THE PRISONER'S DILEMMA (I). In the prisoner's dilemma two people have been arrested, the one inmate is called Smith. In this situation the authorities are not interested in the truth but only want to convict someone. An interrogator lays out the consequences for Smith. If Smith does not confess but the other guy confesses against Smith, they will release him and Smith will be put away for ten years. If Smith confesses and the other guy does not Smith will be free. If both men confess, each will receive five years. Still, if neither of the men confesses, there will not be enough evidence to convict either one of them. Each man will be held for one year, and then let go.
Smith and the other man are being offered the same deal. One might assume that each man would confess against each other. In this case both men would receive five years and not obtain the minimum possible time spent in jail.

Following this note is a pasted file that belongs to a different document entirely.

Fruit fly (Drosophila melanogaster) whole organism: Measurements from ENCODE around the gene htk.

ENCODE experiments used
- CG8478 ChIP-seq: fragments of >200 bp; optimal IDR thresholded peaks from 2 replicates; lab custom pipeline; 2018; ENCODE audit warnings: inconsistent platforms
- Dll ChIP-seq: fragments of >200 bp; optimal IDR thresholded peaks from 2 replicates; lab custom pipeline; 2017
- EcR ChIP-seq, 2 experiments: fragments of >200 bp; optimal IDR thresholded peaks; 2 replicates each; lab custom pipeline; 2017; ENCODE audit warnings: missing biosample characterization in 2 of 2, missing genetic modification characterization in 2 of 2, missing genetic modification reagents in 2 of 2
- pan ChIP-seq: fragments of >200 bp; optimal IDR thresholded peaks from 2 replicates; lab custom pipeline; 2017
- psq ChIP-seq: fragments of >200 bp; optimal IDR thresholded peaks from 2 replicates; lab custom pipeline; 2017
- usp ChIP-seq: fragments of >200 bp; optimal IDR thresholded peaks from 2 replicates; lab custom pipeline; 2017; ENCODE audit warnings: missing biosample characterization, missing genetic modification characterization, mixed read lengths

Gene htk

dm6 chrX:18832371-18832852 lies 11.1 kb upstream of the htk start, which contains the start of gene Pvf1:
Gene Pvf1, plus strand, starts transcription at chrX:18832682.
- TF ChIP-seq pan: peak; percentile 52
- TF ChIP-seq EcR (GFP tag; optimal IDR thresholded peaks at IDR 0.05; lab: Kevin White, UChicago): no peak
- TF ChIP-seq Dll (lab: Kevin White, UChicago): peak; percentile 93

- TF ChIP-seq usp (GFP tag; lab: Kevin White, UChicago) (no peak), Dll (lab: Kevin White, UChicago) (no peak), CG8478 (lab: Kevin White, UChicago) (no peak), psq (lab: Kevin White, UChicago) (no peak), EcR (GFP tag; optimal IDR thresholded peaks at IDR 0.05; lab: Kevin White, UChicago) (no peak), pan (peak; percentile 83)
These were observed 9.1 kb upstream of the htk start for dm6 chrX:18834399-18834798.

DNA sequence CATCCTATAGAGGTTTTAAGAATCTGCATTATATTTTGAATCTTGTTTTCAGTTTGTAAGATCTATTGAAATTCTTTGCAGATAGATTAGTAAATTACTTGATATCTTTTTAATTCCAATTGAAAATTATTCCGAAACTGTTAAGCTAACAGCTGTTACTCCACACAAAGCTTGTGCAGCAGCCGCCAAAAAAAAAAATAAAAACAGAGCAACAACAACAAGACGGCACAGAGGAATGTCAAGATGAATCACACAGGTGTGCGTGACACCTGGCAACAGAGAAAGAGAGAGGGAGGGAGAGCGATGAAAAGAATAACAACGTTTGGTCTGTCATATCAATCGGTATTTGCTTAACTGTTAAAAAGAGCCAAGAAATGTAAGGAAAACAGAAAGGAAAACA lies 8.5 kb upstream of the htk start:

If each man looked out for him self both will end up worse off than if they had acted in a more benevolent manner. This is what makes the prisoner's dilemma such a paradoxical situation. Both men will be better of if they look out for each other or rather not look out for themselves.
This is a situation that can be used in every day living.. Any time there are peoples' interests that are affected not only by what they do but what other people do, a dilemma may occur. In some situations everyone will end up worse off if they individually pursue their own interests than if they simultaneously do what it not in their own individual interests.
(II). If I myself was in the prisoner's dilemma, and my goal is to spend as little...